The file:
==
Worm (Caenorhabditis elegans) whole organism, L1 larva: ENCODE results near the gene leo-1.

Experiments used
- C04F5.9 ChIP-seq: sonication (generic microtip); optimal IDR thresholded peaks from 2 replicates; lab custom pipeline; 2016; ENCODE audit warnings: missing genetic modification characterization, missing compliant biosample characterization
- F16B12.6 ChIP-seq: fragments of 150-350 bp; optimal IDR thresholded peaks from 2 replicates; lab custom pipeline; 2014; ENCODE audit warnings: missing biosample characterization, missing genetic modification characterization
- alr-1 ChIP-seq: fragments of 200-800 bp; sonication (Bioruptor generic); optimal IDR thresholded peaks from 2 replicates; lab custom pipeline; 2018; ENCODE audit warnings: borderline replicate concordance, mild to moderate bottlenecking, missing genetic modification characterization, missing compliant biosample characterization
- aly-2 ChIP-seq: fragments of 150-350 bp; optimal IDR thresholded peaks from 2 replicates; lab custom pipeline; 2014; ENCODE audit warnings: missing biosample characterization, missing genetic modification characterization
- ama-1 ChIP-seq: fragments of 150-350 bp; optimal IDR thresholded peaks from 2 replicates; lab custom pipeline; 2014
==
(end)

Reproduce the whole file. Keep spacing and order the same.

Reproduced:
Worm (Caenorhabditis elegans) whole organism, L1 larva: ENCODE results near the gene leo-1.

Experiments used
- C04F5.9 ChIP-seq: sonication (generic microtip); optimal IDR thresholded peaks from 2 replicates; lab custom pipeline; 2016; ENCODE audit warnings: missing genetic modification characterization, missing compliant biosample characterization
- F16B12.6 ChIP-seq: fragments of 150-350 bp; optimal IDR thresholded peaks from 2 replicates; lab custom pipeline; 2014; ENCODE audit warnings: missing biosample characterization, missing genetic modification characterization
- alr-1 ChIP-seq: fragments of 200-800 bp; sonication (Bioruptor generic); optimal IDR thresholded peaks from 2 replicates; lab custom pipeline; 2018; ENCODE audit warnings: borderline replicate concordance, mild to moderate bottlenecking, missing genetic modification characterization, missing compliant biosample characterization
- aly-2 ChIP-seq: fragments of 150-350 bp; optimal IDR thresholded peaks from 2 replicates; lab custom pipeline; 2014; ENCODE audit warnings: missing biosample characterization, missing genetic modification characterization
- ama-1 ChIP-seq: fragments of 150-350 bp; optimal IDR thresholded peaks from 2 replicates; lab custom pipeline; 2014